Last month, in my post for Kveller.com about the new musical sitcom, Crazy Ex-Girlfriend, I wrote:
Our first clue that Rebecca might be Jewish comes when we meet her teen
self at drama camp in 2005. She confesses to her boyfriend, Josh, that
her mother is “just pissed because I didn’t do the mock trial summer
intensive.” Jewish mothers be crazy, am I right?
Read the entire post at: http://www.kveller.com/single-jewish-women-get-a-bad-rap-on-tv-but-crazy-ex-girlfriend-is-hilarious/
Then, this past Monday, we finally had a nice long visit with Rebecca's mother (previously, she'd only been a voice on the phone or a badgering figure in flashbacks). At the end of the episode, she gives a long speech about why she's so tough on her daughter (spoiler: Cossacks are involved). For those who thought it was a bit extreme, especially for a family who's been in America for generations, here is another post I wrote for Kveller, back in 2013:
"The moral of Passover is when you’re told
to get up and go, you get up and GO. You don’t start digging through
your junk. You take what’s most important, and you leave everything else
behind. That’s impossible to do if you live in this kind of mess. How
are you ever going to find what you need? If the Israelites didn’t even
have time to wait for their bread to rise, trust me, they did not have
time to go searching for socks that matched or ponder which book series
to pack, Harry Potter or Narnia!"
And that’s when it hit me that perhaps my tirade wasn’t only about a
messy bedroom–though, trust, me, that was indeed a substantial part of
it. That, just perhaps, it was also about my on-going, ridiculous,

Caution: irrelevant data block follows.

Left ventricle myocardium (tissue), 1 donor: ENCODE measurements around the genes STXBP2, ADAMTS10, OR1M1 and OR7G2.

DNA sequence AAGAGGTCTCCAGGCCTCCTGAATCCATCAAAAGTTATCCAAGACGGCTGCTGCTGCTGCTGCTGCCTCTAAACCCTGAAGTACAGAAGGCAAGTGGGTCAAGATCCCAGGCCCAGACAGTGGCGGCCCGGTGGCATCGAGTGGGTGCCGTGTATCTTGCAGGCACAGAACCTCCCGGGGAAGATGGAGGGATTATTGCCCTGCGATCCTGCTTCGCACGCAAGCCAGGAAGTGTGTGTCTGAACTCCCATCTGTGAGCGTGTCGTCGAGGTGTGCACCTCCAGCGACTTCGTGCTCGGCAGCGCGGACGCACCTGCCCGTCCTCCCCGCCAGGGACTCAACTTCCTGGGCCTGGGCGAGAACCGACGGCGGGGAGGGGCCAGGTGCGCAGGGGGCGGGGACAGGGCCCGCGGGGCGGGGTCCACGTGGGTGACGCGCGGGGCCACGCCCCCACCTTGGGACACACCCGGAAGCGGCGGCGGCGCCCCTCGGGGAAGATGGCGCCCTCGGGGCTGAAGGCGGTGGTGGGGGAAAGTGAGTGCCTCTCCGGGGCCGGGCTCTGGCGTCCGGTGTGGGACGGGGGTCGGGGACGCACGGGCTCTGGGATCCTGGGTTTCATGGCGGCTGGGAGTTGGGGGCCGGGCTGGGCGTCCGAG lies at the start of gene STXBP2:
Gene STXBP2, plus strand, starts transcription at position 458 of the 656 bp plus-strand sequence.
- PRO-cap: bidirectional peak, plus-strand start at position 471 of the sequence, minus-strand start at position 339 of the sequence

irrational, yet nonetheless persistent fear that, someday soon, it may
be time to flee. And my kids won’t be prepared.
I know it’s totally absurd, but, every time we have to run for the
subway, and I tell my sons and daughter, “Hurry,” and even the
5-year-old grabs my hand and hustles up the stairs double-time, not
asking questions about why, not dawdling, not fussing, while the older
two momentarily stop their sniping and one-upsmanship and do exactly as I
say, I honestly feel a sense of relief that goes beyond being grateful
we didn’t miss our train. I genuinely think, “Good. If this were a real
emergency, they’d have made it through.”
And if the above doesn’t go off like clockwork, I sincerely panic and
wonder, “What would have happened if this were a real emergency?”
Apparently…I have issues. Year-round ones. Which Passover happens to bring out in particular.
I realize that we live in America. Where, I fervently believe, even
the most right-wing fundamentalist extremists and/or the most left-wing
Communist sympathizers will never accumulate enough political or social
power to rouse my family from our beds in the middle of the night and
issue the historically familiar edict, “Gather up your things and get
But, just in case it ever does happen, I’m ready to flee at a
moment’s notice at the first sound of galloping Cossacks approaching.
Read more at: http://www.kveller.com/how-i-learned-to-clean/